Employment history and education verification as well as reference checks can reveal information that causes you to eliminate a candidate. For example, you may find that the candidate exaggerated information about employment history or education on his or her resume.

Contacting references provided by the candidate is an easy way to determine whether or not he or she is suited for the company.
5 Tips to Remember When Checking References:
1) Ask candidate to sign a waiver: the waiver will grant you permission to contact references.
2) Ask candidate for at least 5 professional references. You will need to contact all 5 and most likely only 3-4 will contact you back. You want to be able to get as much information as possible to see if the candidate has the right attitude and personality for your organization. Professional references should be at least a manager/supervisor from a past job, or a co-worker.
3) Ask candidate for references within the last five years. A reference check should cover the most recent five years of employment. Most people will be hard pressed to remember the specifics of an individual’s past job performance outside of five years.
4) Verify all degrees and licenses. It is unfortunate that people misrepresent themselves on their resume. You should always call the state licensing board and school registrar’s office for confirmation and verification.
5) Ask open ended questions during the reference: the goal of references is to learn as much about the person as much as possible. Refrain from asking questions about age, race, sex, religion, marital status, or national origin. These are the categories protected by law, and have no bearing on the person’s ability to do the job.

Criminal background checks are mainly performed for security purpose. In other words, they target to protect companies from potentially risky candidates. Some companies like to perform the background checks themselves or some may have third party agencies complete the background checks. There are several things you should know about the candidate when conducting a proper criminal background check.

1) Full name (preferably what appears on the candidate’s driver’s license or another government-issued document) including any nickname and maiden name.
2) Date of birth from an official source (e.g., driver’s license, passport, birth certificate, etc.)
3) Current Address where the candidate is resides.
4) A social security number.

In regards to healthcare sanctions background check, it searches a U.S. Federal Government list to detect individuals and organizations that have been excluded from participating in Medicare, Medicaid, or any federally funded healthcare programs due to fraud and/or abuse. In conclusions, it is important to promote quality, safety, and value to your organization and conducting pre-employment screenings on medical staff can secure the future for your establishment.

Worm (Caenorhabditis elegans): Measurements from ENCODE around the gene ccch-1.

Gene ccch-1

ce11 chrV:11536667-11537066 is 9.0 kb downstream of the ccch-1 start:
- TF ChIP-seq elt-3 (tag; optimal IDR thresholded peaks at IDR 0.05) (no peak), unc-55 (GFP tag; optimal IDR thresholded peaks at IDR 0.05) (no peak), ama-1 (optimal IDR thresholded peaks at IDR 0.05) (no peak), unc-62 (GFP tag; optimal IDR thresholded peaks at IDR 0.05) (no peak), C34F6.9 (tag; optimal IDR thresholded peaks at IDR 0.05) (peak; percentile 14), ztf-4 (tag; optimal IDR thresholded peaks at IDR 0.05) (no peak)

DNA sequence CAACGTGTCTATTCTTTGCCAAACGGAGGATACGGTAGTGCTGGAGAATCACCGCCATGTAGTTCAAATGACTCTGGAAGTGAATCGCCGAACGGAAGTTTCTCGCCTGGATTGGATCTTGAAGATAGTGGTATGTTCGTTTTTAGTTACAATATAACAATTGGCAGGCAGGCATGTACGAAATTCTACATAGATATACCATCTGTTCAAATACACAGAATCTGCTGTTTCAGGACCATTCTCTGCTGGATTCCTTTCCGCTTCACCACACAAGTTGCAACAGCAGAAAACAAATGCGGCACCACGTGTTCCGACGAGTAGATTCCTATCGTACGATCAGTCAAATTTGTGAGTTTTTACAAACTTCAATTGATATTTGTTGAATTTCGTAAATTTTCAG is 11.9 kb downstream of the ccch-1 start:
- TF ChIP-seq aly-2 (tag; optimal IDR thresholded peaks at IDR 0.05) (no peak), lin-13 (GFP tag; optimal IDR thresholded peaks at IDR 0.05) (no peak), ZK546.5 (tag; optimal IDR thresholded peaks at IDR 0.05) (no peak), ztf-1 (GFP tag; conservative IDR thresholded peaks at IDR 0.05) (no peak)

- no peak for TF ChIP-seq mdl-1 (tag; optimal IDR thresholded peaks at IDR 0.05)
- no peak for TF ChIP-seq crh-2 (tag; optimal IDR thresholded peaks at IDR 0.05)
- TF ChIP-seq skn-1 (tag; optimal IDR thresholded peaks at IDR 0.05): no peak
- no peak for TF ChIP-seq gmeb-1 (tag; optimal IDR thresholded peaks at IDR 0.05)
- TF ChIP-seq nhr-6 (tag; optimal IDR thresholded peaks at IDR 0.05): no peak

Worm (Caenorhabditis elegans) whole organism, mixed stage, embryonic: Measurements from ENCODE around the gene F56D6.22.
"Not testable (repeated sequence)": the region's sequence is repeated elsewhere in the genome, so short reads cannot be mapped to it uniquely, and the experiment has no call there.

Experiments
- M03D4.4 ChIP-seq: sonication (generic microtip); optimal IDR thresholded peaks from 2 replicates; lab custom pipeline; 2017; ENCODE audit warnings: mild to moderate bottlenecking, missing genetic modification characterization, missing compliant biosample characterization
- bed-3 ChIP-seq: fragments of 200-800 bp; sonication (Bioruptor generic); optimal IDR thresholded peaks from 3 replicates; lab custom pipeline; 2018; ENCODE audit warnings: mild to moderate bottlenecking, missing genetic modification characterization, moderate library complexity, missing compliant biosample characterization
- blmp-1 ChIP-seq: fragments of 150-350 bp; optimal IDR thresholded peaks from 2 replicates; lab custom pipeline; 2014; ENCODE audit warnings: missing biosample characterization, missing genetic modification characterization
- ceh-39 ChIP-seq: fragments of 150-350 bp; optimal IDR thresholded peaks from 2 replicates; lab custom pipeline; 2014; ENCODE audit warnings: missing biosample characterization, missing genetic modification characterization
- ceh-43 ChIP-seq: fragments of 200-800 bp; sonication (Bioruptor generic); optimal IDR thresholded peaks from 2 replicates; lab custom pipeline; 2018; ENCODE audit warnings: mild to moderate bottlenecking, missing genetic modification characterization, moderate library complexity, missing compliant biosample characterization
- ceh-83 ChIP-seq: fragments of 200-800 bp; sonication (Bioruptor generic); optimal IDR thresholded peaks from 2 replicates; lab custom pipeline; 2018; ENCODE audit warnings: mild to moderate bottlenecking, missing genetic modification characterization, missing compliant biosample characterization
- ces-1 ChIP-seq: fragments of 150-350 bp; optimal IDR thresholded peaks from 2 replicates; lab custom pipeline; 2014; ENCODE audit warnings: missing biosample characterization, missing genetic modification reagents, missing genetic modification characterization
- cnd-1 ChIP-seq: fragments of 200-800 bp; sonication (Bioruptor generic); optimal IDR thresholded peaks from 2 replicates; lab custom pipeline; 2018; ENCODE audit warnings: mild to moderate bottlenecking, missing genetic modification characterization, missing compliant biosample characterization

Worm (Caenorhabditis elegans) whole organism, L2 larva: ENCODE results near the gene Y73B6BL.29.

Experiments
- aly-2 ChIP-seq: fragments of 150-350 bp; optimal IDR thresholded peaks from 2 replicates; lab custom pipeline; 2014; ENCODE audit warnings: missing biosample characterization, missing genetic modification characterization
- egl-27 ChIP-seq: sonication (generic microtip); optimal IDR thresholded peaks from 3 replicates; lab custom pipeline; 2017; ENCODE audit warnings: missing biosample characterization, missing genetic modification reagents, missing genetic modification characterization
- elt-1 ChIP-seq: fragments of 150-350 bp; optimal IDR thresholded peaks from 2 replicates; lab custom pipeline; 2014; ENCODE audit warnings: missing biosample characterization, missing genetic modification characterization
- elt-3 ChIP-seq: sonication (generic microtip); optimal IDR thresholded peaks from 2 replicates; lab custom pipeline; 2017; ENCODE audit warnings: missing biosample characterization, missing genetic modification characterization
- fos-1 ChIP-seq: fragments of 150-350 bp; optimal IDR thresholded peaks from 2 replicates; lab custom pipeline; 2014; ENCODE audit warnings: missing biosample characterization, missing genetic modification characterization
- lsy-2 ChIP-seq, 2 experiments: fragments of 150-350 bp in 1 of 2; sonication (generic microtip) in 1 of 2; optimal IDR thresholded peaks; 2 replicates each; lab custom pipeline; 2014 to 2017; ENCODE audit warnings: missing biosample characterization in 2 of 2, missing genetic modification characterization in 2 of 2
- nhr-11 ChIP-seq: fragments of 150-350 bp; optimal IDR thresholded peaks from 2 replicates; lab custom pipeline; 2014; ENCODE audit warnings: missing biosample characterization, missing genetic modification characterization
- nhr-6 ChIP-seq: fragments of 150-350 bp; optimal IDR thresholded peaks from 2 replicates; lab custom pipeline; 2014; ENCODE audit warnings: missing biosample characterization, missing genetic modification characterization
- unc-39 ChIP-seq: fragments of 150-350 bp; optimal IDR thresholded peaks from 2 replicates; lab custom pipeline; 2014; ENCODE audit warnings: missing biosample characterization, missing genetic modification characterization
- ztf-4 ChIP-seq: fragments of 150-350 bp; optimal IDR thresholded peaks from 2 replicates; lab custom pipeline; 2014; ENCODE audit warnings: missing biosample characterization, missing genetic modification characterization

Utilization of Medical Scribes

Hospitals and private practices are utilizing medical scribes in order to fill the gap left by EMR systems. With EMR systems becoming more prevalent, there is now a way for physicians to effectively treat patients and document their visit in real time. Emergency physicians are finding that scribes are becoming an asset in healthcare rather than a cost. However, the use of scribes has not caught on with private practice physicians, and since EMR systems are still on shaky ground with physicians and there has become an increasing need for medical scribes in hospitals as well as private practices.

Physicians are still unsure about how to properly use EMR systems. In some cases the interest level may not be particularly high, but in other cases, there may be lack of trust with a system and inclusive amount of training time needed. Doctors run on busy schedules and are often rushing from patient to patient. They frequently get stuck doing after hours dictation, and this increases the doctor’s stress level, exhaustion and could lead to burnout. Scribes are able to take on the clerical aspects of patient care. The average pay for a scribe could be anywhere from $9-$25/hour, but a lot of the benefits of having scribes on staff are non-monetary; Medical scribes are able to cut a lot of the stress felt by physicians and increase patient satisfaction.

Becoming a medical scribe can be a great move for students who are interested in attending medical school. Working as a scribe looks great on a resume, and scribes learn important terminology and training that will ultimately help them in medical school. Scribes also build up a professional network of doctors and nurses that could lead to great letters of recommendation; the extra experience prior to residency can be invaluable to any med student or anyone who is looking for a long term career in healthcare. However, scribes usually have a high turnover rate because students that are in medical school cannot commit to being a scribe for more than a year or two; but usually scribes are highly motivated and willing to go through the training process so there is little to no problem finding a replacement. Scribes are able to have a first-hand account of what it’s like working in a fast paced setting with a preview for how physicians think. Medical scribes are nonclinical or clinical employees that work under a doctor’s supervision. Some medical students choose to work as a scribe in order to gain a better understanding of the healthcare field; other non-clinical medical scribes generally have an interest in medicine but are not licensed to provide healthcare. Since the scribe in the room with the doctor and patient, the doctor does not have to do after hour’s dictation.